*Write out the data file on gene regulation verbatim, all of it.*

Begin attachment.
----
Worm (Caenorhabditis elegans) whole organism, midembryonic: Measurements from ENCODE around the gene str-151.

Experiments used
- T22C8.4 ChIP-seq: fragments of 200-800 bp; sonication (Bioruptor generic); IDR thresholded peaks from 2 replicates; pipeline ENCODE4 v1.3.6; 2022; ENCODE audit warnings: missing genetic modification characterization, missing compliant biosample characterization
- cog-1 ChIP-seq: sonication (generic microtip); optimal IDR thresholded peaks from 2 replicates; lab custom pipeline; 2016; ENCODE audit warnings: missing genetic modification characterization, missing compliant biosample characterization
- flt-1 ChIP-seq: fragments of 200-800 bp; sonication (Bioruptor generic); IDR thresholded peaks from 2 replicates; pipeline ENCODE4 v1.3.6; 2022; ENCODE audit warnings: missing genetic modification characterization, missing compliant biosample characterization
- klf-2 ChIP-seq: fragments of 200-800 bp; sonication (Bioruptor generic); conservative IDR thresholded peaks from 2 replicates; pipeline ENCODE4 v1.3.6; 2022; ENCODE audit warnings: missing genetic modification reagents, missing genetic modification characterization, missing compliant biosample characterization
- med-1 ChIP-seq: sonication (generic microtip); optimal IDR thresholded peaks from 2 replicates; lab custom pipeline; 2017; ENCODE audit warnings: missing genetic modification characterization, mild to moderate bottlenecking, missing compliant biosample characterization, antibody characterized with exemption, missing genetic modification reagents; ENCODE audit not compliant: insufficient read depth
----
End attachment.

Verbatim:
Worm (Caenorhabditis elegans) whole organism, midembryonic: Measurements from ENCODE around the gene str-151.

Experiments used
- T22C8.4 ChIP-seq: fragments of 200-800 bp; sonication (Bioruptor generic); IDR thresholded peaks from 2 replicates; pipeline ENCODE4 v1.3.6; 2022; ENCODE audit warnings: missing genetic modification characterization, missing compliant biosample characterization
- cog-1 ChIP-seq: sonication (generic microtip); optimal IDR thresholded peaks from 2 replicates; lab custom pipeline; 2016; ENCODE audit warnings: missing genetic modification characterization, missing compliant biosample characterization
- flt-1 ChIP-seq: fragments of 200-800 bp; sonication (Bioruptor generic); IDR thresholded peaks from 2 replicates; pipeline ENCODE4 v1.3.6; 2022; ENCODE audit warnings: missing genetic modification characterization, missing compliant biosample characterization
- klf-2 ChIP-seq: fragments of 200-800 bp; sonication (Bioruptor generic); conservative IDR thresholded peaks from 2 replicates; pipeline ENCODE4 v1.3.6; 2022; ENCODE audit warnings: missing genetic modification reagents, missing genetic modification characterization, missing compliant biosample characterization
- med-1 ChIP-seq: sonication (generic microtip); optimal IDR thresholded peaks from 2 replicates; lab custom pipeline; 2017; ENCODE audit warnings: missing genetic modification characterization, mild to moderate bottlenecking, missing compliant biosample characterization, antibody characterized with exemption, missing genetic modification reagents; ENCODE audit not compliant: insufficient read depth